Earth Day again – without feelings PDF Print E-mail
Friday, 11 April 2014 11:19

On Sunday, April 13, the world will observe Earth Day. In Manila, many activities have been lined up; but, none in Zamboanga City so far not because the city is free of any environmental problems or threats but because local leaders couldn’t care less.

For one, sloppily constructed rip-raps along the city’s riverbanks and the consequent criminal destruction of human dwellings whenever flooding occurs is not the only main threat to the general population. Rather, for the past weeks, months and years it is the lack of potable water supply and sufficient electric power that have inflicted daily brutal miseries and economic disadvantages to  individuals, families, businesses and organizations in urban and rural areas. Needless to say, water and energy are completely dependent on resource availability and utilization. Sadly, at the rate these are going, it is downright unrealistic to expect for the local  government and line agencies to do something to effectively solve these problems, which directly affect human security and well-being.

Do Zamboanguenos really deserve this kind of government or governance they are getting? Take the case of the environmentally-controversial coal power plant set to be built in rural San Ramon. Once upon a time, a community leader vehemently opposed the project because of the serious threats it would pose on the population, but after election to the city council she has become meek as lamb and mute and dumb about the whole issue. Oh well, as the old British truism goes, the surest way to turn an otherwise fine person into a mumbling idiot is to put him in a government job.

Parenthetically, building a coal-fired power plant is not the only option to solve an energy supply problem, no matter how urgent or bad it may be. Such projects in the pipeline elsewhere in the country are being strongly opposed. Instead, there are renewable energy alternatives that private investors are talking about setting up in the city, and in the long run they may prove more dependable and cost-effective. If the cost of to-be-imported high grade coal will spiral and cooling water such a coal-burning facility depends on so much will tighten, then its price of electricity will rise steeply and there’s nothing that ZAMCELCO – and its consumers – can mercifully do about it.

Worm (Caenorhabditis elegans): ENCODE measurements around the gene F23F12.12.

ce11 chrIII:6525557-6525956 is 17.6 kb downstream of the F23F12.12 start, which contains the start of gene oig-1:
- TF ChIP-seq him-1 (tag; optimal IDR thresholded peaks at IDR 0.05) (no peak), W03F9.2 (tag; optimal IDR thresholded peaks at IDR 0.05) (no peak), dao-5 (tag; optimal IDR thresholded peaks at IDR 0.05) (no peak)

The relationships between energy, ecology and governance – like some other spheres of living – are complex, but need not be overwhelming. This is partly why Peace Advocates Zamboanga (PAZ) in tandem with Zamboanga-Basilan Integrated Development Alliance, Inc. (ZABIDA) are launching another 2-year program this April that straddles these concerns.  A select number of barangays in the city and Basilan will continue to receive training and guidance in good governance and climate change risk reduction planning and management, with project implementation logistical support. A fundamental principle in the program is that the communities initiate and design their own plans and that in the long term will find the means and ways to sustain them. Such will surely require multi-sectoral engagement and cooperation – within and from without the barangays, which is a key element of ZABIDEA-PAZ’s concept of good governance. This working paradigm reflects the democratic ideal of what makes for the common good. — Peace Advocates Zamboanga